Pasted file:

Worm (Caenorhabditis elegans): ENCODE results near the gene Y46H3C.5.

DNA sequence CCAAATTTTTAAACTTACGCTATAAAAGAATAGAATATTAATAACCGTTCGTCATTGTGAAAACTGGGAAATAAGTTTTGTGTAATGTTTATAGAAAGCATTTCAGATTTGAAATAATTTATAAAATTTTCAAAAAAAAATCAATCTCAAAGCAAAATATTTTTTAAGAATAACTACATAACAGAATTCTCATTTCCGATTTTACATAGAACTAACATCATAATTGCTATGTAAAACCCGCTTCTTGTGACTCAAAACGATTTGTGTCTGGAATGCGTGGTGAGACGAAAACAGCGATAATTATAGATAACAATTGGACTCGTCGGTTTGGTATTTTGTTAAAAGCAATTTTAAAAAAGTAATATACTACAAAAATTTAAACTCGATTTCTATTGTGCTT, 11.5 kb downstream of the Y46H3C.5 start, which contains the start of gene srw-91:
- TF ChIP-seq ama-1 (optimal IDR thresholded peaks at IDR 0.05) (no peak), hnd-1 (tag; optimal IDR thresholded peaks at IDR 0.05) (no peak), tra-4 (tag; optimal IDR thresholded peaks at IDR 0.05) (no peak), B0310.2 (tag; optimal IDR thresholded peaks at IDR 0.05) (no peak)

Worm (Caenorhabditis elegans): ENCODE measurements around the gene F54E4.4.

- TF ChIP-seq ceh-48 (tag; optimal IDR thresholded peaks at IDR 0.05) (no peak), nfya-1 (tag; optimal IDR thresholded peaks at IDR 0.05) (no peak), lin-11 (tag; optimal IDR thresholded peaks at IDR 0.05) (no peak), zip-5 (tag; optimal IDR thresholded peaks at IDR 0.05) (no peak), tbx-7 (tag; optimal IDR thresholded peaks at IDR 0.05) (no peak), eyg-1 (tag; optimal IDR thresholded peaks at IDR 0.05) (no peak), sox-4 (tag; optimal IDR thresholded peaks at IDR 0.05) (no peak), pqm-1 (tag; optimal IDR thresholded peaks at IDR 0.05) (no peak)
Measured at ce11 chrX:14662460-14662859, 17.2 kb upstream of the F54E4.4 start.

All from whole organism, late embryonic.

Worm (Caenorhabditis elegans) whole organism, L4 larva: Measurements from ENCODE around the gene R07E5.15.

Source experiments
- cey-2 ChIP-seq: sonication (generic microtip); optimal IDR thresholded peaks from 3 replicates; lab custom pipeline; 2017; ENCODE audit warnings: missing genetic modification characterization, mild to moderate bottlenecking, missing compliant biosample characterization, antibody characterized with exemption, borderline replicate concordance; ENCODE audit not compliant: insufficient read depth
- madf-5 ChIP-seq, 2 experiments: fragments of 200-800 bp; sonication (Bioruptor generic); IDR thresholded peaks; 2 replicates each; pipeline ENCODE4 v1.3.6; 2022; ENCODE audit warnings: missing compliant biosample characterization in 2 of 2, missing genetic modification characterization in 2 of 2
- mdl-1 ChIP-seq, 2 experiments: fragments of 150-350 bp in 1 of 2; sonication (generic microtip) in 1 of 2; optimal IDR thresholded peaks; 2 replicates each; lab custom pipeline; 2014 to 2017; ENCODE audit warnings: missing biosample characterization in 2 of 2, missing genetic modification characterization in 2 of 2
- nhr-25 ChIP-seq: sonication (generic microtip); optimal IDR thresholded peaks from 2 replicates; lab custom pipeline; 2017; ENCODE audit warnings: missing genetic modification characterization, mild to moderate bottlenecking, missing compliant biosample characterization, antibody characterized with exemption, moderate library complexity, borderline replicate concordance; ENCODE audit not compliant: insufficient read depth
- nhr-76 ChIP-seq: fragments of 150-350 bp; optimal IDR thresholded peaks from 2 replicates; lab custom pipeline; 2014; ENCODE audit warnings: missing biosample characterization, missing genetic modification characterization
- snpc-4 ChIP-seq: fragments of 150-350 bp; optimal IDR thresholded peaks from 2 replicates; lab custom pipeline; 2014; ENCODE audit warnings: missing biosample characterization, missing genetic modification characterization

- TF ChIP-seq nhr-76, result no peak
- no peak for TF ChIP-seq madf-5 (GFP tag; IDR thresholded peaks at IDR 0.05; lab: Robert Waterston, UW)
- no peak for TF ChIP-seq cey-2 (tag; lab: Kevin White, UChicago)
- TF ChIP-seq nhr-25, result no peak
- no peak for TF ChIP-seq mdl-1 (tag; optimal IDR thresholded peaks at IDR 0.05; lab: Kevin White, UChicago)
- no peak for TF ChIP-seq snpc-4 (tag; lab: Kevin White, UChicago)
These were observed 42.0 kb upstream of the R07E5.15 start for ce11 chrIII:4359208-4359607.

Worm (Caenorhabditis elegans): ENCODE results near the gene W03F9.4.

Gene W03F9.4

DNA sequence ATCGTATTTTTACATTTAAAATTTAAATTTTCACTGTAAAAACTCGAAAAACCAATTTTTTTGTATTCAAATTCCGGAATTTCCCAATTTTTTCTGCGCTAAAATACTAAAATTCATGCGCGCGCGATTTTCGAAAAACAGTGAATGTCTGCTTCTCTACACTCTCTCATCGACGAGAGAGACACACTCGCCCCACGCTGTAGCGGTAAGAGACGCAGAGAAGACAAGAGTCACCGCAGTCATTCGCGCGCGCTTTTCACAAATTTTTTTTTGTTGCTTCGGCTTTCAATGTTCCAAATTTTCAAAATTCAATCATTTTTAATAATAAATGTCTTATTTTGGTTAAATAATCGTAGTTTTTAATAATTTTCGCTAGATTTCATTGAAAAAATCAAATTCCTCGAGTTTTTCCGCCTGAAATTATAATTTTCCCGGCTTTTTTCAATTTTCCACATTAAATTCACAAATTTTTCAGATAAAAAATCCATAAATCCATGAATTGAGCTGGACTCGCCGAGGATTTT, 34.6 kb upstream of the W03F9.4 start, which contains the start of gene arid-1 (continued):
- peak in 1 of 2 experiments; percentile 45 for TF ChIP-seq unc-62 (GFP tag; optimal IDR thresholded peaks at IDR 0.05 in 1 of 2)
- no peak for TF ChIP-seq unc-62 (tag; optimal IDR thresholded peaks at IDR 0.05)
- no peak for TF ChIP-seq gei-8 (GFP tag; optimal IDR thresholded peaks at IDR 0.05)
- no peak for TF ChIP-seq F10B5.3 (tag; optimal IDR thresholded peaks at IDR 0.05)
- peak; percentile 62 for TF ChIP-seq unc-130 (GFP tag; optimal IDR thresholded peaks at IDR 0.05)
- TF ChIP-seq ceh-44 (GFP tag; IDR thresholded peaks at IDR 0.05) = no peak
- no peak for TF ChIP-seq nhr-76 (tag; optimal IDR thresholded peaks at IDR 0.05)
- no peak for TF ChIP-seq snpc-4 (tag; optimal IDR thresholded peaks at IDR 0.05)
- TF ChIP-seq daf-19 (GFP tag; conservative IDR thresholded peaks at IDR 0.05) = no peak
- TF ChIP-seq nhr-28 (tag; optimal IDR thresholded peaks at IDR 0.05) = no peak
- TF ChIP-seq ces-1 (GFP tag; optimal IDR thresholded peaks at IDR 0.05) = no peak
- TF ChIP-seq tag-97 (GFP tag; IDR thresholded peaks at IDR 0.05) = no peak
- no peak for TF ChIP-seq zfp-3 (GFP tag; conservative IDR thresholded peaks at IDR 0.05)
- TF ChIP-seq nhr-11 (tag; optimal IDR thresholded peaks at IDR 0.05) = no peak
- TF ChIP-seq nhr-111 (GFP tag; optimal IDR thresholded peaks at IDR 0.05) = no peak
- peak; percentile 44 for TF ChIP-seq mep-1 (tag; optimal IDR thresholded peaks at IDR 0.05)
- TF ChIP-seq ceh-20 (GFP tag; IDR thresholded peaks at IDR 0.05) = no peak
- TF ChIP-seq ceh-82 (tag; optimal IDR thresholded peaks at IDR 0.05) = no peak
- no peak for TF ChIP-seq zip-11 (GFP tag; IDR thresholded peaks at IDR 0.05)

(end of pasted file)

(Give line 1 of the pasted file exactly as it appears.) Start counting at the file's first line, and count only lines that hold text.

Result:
Worm (Caenorhabditis elegans): ENCODE results near the gene Y46H3C.5.